Denis McBride tells the story of a family in Boston who employed a biographer to research and write up the history of the family as a present for the retiring patriarch. Care was needed however when it came to mentioning ‘Great Uncle George’ who was executed in the electric chair after committing a murder. In the end the biographer came up with the following: “Uncle George occupied a chair of applied electronics at a famous government institution. He was attached to his position by the strongest of ties and his death came as a real shock.”
Today’s gospel from Matthew speaks of the calling of ‘twelve disciples’, given authority to cast out unclean spirts and heal the sick; Mark, the first gospel to be written, speaks of Jesus appointing ‘the twelve’ to go out and preach the message of Jesus and cast out demons; Luke refers to them as ‘twelve apostles’, also commissioned to heal the sick and cast out demons in Jesus’ name. The accounts therefore are all very similar though the lists of names do occasionally differ. What the writers do not do however is provide us with any biographical details. No creative writing techniques like the one above are employed. Most of these pioneers who were at the forefront of the church’s earliest history appear simply as a list of names. Judas – perhaps the Great Uncle George of his day – we know a little about him and the only four who might stand out are the two sets of brothers, Peter and Andrew, James and John. And even Andrew soon disappears from the scene whilst James is martyred in first decade of the church’s history. John is identified as the beloved disciple in the Fourth gospel. So that leaves Peter, whom we also know as someone with a lot of baggage, and about whom we have any significant knowledge. I don’t think this small band would have been especially comfortable in our own age where the cult of personality dominates every aspect of political and social life. So how then do we remember them if not by name?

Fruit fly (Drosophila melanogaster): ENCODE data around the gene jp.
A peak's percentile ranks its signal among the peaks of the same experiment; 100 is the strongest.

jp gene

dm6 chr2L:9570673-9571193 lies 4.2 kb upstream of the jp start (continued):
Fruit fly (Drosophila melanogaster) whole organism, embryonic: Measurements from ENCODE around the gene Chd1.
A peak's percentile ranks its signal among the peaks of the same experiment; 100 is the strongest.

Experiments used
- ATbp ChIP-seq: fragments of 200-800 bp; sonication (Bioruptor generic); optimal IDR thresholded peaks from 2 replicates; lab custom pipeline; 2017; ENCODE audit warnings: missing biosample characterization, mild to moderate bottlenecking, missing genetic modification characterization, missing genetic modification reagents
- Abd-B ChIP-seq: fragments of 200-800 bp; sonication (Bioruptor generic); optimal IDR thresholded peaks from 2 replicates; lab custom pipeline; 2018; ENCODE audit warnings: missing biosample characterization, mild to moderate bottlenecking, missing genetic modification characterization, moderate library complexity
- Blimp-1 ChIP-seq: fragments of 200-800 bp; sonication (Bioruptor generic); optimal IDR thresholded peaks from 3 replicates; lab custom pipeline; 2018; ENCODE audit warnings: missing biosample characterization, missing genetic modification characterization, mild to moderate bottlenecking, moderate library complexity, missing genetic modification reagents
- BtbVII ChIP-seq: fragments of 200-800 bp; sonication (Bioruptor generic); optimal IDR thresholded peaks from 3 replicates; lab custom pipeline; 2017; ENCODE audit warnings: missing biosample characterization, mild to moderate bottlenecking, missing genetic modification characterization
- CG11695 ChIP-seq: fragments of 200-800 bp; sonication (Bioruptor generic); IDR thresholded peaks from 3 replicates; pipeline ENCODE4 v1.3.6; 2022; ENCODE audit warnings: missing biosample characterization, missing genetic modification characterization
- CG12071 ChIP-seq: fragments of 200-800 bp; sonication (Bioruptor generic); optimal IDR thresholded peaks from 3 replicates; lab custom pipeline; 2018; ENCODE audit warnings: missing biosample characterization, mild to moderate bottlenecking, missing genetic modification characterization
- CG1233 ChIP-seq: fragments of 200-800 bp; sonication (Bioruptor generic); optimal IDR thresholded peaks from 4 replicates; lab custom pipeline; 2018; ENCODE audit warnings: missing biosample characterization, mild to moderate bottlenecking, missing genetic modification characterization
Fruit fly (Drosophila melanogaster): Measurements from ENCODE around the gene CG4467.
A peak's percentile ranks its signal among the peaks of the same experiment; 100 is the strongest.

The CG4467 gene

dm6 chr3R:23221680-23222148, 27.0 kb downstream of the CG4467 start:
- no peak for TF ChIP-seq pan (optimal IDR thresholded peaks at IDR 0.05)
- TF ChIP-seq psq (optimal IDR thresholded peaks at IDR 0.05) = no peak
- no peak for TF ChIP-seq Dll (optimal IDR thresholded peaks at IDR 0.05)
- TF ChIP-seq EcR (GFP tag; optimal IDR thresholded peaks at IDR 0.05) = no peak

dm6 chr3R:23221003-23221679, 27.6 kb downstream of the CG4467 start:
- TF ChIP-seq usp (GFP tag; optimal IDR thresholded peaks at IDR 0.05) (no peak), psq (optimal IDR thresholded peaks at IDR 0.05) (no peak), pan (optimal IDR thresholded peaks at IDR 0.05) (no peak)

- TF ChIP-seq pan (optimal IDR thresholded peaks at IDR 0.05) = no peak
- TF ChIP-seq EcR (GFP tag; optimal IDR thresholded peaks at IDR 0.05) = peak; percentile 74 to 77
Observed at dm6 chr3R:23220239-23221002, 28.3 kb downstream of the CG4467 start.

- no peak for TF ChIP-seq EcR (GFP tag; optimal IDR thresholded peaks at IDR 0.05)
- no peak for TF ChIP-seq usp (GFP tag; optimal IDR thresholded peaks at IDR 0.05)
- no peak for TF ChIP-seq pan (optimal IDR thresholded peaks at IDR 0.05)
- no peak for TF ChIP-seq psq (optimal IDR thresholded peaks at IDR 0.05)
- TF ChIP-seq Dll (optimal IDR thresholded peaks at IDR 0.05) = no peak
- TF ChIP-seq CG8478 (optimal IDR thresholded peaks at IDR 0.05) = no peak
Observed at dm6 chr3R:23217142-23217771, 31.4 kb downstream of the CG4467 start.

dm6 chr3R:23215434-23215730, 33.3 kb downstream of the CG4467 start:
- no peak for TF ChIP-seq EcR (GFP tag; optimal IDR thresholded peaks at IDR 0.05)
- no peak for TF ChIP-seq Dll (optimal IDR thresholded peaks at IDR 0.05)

Well, they are known not for who they were but for what they did, which was simply to enable that nascent, emerging community we call church to grow and extend far beyond the boundaries of a fairly insignificant piece of Roman- occupied land that we know as Israel. They were called and commissioned to point others to the living Lord. And because we are baptised into this church community we too are called to do the same. Perhaps not in dramatic ways; rather, we do it quietly and imperceptibly, and within the framework of our own daily living. But we should never underestimate the difference we can and do make.